Lovers or Traffickers? Kerala Girls Find out the Hard Way


By Leela Menon, Womens Feature Service

Many adolescents in Kerala are in the grip of a death wish. The state already heads the Indian suicide chart: Farmers’ suicides have been making headlines across the country and Kerala has been no exception. It is not only farmers who are committing suicide here but indebted families caught in a spiral of consumerist spending.

The latest blot on Kerala’s social landscape is the disturbing trend of teenagers seeking to end their lives. It came into focus when three girls in Ambalapuzha of Alapuzha district committed suicide by consuming pesticide. All of them were studying in class 11. They jumped over the wall of their school compound at night, entered the classroom and consumed poison. The suicide notes they left behind indicated that unrequited love was the reason why they had taken this extreme step.

The media is often blamed for highlighting suicide cases, which many believe creates a ripple effect. What followed this incident seemed to underscore this point. Immediately after this tragedy two school girls in Thrissur district ran away from home and tried to kill themselves. Fortunately, they were rescued. A few days later, three girls in Trichur jumped before an oncoming train. Two of them died, while the third escaped with injuries.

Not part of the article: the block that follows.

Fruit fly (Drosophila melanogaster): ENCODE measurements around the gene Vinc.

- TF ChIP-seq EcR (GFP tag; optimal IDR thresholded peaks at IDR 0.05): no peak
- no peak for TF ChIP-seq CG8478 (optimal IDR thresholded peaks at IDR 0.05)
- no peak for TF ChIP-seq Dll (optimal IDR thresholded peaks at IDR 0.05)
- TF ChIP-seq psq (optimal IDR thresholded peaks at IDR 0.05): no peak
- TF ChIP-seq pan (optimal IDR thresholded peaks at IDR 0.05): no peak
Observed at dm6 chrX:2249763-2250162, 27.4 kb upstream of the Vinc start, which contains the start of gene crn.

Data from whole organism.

At a superficial level, these incidents appear to be acts of desperation by lovelorn teenagers. But there could be a more disturbing factor behind these deaths: The presence of a thriving trafficking mafia that traps unsuspecting young girls through boys groomed to behave as Romeos.

The majority of young women lured in this manner come from impoverished backgrounds. The first step is to offer them blandishments like mobile phones, which are then used to forge emotional bonds, camouflaged as love. The unsuspecting girl is asked to use the phone only when her parents are asleep. The relationship flourishes in this manner and the couple starts meeting outside the school campus. Once physical intimacy develops, photographs are taken of the girl in compromising positions. That’s when the blackmailing for sex begins. The girl is soon threatened with the prospect of having her photographs circulated through the phone or on the Internet if she doesn’t cooperate. Most of the victims are unaware that there are cyber laws to punish such criminal activity.

Kerala’s proliferating sex trade came into the news with the Surianelli scandal. It involved a 16-year-old girl, who was tempted by a bus conductor to run away with him. She was later sold into the sex trade. If it was fake love that lured unsuspecting young women then, today there is the additional inducement of being able to possess attractive gizmos like mobile phones.

Given Kerala’s conservative society, young women here have almost internalised the belief that once their image is “sullied”, the “taint” will stay with them for the rest of their lives because society never forgets or forgives a girl who has “misbehaved”. Observes Sugatha Kumari, the well-known Thiruvanathapuram-based women’s activist and litterateur, “Victims are constantly victimised in Kerala. After 16 long years, the girl involved in the Surianelly scandal continues to be nameless and faceless.”